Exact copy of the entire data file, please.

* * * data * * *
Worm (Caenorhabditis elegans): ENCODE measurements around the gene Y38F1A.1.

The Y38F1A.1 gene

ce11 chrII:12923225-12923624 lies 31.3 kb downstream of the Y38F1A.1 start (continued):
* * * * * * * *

Worm (Caenorhabditis elegans): ENCODE measurements around the gene Y38F1A.1.

The Y38F1A.1 gene

ce11 chrII:12923225-12923624 lies 31.3 kb downstream of the Y38F1A.1 start (continued):